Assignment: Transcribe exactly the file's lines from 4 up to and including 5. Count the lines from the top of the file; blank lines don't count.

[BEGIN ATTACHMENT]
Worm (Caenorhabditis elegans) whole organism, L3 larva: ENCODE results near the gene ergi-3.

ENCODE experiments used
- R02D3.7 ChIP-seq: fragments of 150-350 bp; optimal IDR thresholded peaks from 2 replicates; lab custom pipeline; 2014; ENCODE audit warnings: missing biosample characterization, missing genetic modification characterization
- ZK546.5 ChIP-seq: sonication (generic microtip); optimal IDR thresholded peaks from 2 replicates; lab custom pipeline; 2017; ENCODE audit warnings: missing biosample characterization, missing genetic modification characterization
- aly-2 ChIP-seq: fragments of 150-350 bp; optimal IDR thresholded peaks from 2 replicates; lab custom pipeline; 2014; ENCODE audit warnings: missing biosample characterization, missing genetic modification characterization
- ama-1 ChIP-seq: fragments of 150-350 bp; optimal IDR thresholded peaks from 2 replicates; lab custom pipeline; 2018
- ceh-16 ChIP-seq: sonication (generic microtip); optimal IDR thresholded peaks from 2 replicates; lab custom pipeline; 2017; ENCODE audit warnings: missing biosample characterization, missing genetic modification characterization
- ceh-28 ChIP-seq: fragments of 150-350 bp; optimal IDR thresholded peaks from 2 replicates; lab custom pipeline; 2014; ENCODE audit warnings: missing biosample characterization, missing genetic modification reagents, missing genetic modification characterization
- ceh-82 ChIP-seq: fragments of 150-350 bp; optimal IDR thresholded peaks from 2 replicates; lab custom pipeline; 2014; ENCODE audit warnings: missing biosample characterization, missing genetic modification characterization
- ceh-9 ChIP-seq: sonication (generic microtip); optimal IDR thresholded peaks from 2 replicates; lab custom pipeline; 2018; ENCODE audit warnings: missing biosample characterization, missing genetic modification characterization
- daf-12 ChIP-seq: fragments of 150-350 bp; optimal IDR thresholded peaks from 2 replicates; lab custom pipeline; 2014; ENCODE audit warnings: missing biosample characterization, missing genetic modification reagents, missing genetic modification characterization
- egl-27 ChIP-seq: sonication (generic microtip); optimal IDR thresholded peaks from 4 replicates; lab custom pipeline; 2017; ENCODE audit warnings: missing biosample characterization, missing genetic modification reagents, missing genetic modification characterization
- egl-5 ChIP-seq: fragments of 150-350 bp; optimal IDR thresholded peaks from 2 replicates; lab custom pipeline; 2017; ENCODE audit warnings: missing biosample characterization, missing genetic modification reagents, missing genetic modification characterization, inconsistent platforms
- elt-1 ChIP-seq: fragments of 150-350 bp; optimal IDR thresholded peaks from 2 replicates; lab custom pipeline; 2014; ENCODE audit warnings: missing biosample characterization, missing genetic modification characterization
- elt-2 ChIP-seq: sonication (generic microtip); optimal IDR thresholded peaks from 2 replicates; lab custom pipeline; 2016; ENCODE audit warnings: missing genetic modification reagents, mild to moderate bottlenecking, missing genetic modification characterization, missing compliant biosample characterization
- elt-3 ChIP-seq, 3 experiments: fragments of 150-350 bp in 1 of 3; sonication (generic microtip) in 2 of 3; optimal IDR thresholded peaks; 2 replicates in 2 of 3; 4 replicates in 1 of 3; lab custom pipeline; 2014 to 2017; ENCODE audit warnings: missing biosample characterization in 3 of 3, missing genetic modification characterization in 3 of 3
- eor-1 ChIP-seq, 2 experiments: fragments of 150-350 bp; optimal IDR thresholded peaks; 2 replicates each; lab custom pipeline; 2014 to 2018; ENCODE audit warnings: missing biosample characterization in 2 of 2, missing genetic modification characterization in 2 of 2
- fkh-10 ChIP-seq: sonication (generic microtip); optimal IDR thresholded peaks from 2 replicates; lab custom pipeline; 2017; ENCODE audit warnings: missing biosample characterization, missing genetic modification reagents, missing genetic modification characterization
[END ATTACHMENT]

- ZK546.5 ChIP-seq: sonication (generic microtip); optimal IDR thresholded peaks from 2 replicates; lab custom pipeline; 2017; ENCODE audit warnings: missing biosample characterization, missing genetic modification characterization
- aly-2 ChIP-seq: fragments of 150-350 bp; optimal IDR thresholded peaks from 2 replicates; lab custom pipeline; 2014; ENCODE audit warnings: missing biosample characterization, missing genetic modification characterization